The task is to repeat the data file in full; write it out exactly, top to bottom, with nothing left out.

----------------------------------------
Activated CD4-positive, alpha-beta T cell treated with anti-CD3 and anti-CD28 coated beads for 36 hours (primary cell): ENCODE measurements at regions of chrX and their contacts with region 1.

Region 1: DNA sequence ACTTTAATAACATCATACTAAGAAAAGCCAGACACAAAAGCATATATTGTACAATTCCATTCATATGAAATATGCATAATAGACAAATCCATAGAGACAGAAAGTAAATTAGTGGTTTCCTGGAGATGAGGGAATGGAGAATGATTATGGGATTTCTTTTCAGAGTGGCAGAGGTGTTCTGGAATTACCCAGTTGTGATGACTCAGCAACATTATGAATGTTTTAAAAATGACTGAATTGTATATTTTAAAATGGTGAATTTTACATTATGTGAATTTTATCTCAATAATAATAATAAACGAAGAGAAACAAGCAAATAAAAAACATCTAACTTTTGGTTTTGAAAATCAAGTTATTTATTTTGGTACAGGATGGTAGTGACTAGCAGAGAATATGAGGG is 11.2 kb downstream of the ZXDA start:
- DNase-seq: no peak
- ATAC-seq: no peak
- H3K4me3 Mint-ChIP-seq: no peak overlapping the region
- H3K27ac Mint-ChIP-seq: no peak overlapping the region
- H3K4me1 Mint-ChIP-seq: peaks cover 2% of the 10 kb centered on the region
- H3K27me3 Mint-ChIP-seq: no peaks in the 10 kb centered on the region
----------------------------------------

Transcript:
Activated CD4-positive, alpha-beta T cell treated with anti-CD3 and anti-CD28 coated beads for 36 hours (primary cell): ENCODE measurements at regions of chrX and their contacts with region 1.

Region 1: DNA sequence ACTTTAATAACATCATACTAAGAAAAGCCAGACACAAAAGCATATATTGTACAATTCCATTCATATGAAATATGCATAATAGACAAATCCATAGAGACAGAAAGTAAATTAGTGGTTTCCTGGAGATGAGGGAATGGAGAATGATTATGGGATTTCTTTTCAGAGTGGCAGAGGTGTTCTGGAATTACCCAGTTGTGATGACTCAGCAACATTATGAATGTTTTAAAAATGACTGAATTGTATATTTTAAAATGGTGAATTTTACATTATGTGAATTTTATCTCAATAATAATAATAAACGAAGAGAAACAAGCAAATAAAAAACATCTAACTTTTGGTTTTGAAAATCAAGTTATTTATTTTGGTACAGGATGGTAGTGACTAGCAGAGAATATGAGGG is 11.2 kb downstream of the ZXDA start:
- DNase-seq: no peak
- ATAC-seq: no peak
- H3K4me3 Mint-ChIP-seq: no peak overlapping the region
- H3K27ac Mint-ChIP-seq: no peak overlapping the region
- H3K4me1 Mint-ChIP-seq: peaks cover 2% of the 10 kb centered on the region
- H3K27me3 Mint-ChIP-seq: no peaks in the 10 kb centered on the region